The U.S. Justice Department has filed a complaint to revoke the American citizenship of an Ohio man accused of concealing his wartime past.
George Lindert, 69, a retired aluminum worker from Canfield, southwest of Youngstown, is accused of having been an SS guard at a concentration camp during World War II.
According to the Justice Department’s complaint, Lindert joined the Waffen SS in the spring of 1942 and was in the SS Death’s Head Battalion at Mauthausen, in Austria, both at its main concentration camp and its Loibl-Pass subcamp.
The complaint was filed July 7 in U.S. District Court in Cleveland by the Justice Department’s Office of Special Investigations and the U.S. Attorney’s Office for the Northern District of Ohio.
It is OSI’s fourth move against a suspected Nazi war criminal in recent weeks.
According to the complaint, Lindert concealed his service as an SS guard when he entered the United States in 1955 and when he successfully applied for U.S. citizenship in 1962.
He came to the United States from Salzburg, Austria, under the Refugee Relief Act of 1953.
For 25 years, Lindert worked for Easco, an aluminum manufacturing plant in Austintown, near Youngstown. He retired in 1985.
Lindert told the Cleveland Plain Dealer, “I was never SS. I was drafted in the army. What choice did I have? I was a guard at the camp, but I worked along the fence. I never saw anyone killed.”
To date, 42 Nazi war criminals or collaborators have been stripped of U.S. citizenship, and 30 have been deported.
AN ACCELERATED PACE
OSI’s activities have been moving at an accelerated clip in recent months, with the office processing several cases against alleged Nazis living in various parts of the country.
In early June, Michael Schmidt of Lincolnwood, Ill., a former SS guard at the Sachsenhausen concentration camp in Germany, agreed to leave the country rather than face deportation proceedings.
The following week, OSI filed charges of concealing his wartime past against Jonas Stelmokas, a retired Philadelphia architect charged with having been a high-ranking officer who helped Nazis murder Lithuanian Jews.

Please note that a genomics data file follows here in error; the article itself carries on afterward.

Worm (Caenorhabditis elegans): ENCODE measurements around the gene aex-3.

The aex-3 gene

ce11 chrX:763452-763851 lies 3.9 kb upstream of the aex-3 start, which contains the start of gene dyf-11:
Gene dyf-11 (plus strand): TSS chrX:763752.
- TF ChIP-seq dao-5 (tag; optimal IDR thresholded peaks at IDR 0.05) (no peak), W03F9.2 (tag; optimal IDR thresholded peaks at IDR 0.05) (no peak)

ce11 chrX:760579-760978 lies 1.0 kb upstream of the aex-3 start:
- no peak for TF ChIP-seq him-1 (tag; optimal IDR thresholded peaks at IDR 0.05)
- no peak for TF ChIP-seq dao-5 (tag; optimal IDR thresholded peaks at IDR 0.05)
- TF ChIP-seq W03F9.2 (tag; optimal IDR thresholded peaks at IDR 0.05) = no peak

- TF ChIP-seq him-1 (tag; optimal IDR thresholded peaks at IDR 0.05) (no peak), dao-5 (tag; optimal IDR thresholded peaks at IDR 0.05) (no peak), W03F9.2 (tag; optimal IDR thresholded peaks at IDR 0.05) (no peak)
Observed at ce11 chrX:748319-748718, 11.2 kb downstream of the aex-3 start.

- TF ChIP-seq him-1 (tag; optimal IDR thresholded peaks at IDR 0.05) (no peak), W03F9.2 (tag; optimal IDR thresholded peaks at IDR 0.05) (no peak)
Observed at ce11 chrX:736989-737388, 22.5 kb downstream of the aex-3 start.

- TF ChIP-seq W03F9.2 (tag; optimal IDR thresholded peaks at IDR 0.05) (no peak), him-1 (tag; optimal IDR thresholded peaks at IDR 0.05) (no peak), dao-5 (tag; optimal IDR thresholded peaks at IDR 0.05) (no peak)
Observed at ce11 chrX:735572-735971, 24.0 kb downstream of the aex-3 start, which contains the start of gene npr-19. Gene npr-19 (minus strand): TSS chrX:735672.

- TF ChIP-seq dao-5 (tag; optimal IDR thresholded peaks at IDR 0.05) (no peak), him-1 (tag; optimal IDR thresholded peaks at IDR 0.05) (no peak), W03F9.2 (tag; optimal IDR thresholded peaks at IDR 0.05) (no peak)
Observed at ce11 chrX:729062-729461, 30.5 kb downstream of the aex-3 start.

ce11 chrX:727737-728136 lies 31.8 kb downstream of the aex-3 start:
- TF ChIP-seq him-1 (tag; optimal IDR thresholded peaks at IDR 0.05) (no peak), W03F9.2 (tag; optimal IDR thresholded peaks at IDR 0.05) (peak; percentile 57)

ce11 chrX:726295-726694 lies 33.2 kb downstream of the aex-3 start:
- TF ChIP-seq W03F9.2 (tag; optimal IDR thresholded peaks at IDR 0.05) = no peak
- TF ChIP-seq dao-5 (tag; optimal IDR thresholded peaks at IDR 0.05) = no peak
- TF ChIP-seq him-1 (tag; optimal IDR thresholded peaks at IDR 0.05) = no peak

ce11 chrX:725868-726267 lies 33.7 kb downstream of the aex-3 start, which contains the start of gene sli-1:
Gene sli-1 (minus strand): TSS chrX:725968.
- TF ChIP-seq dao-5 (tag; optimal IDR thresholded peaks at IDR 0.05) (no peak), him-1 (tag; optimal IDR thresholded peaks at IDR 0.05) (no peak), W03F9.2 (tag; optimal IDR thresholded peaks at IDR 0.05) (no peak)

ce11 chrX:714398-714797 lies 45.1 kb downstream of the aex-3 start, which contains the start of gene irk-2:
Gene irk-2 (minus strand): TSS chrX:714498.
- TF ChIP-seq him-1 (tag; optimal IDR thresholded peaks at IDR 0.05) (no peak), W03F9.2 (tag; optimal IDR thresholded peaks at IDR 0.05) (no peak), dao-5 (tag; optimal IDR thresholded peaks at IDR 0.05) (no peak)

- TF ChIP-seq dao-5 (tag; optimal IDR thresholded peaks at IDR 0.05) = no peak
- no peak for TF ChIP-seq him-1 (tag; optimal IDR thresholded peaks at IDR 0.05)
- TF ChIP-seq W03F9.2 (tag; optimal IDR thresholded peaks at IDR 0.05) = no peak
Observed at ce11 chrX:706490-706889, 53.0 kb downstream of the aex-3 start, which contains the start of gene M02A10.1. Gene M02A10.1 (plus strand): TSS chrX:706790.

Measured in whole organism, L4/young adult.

A week later, OSI filed similar charges against Jack Reimer of upstate New York, who, the office said, took part in the mass killing of Jews in Poland.
The department has been helped in its work by new access to documents obtained from the archives of Lithuania, Russia, Ukraine and other Eastern European countries.
OSI has been beleaguered of late because of doubts voiced in Israel and the United States over the veracity of claims that convicted war criminal John Demjanjuk was the Treblinka concentration camp guard known as “Ivan the Terrible.”
Demjanjuk has been sentenced by Israel to hang. But now the country’s High Court of Justice is entertaining doubts as to whether the right man was convicted of the right crimes.
Supporters of Demjanjuk predicate their belief that OSI got the wrong man on new evidence obtained from the former Soviet Union that points to a man named Ivan Marchenko as the brutal Treblinka guard.
But the very same adversaries of OSI used to reject the credibility of evidence obtained from the Soviet Union when it was a Communist power.
The staff at OSI sees the irony in this.
Its two dozen or so staff members, including lawyers, researchers and clerical workers, have had to devote a lot of time in the past to fielding criticism. Now they are again having to defend their work even as they move forward with new cases.
The Archive of the Jewish Telegraphic Agency includes articles published from 1923 to 2008. Archive stories reflect the journalistic standards and practices of the time they were published.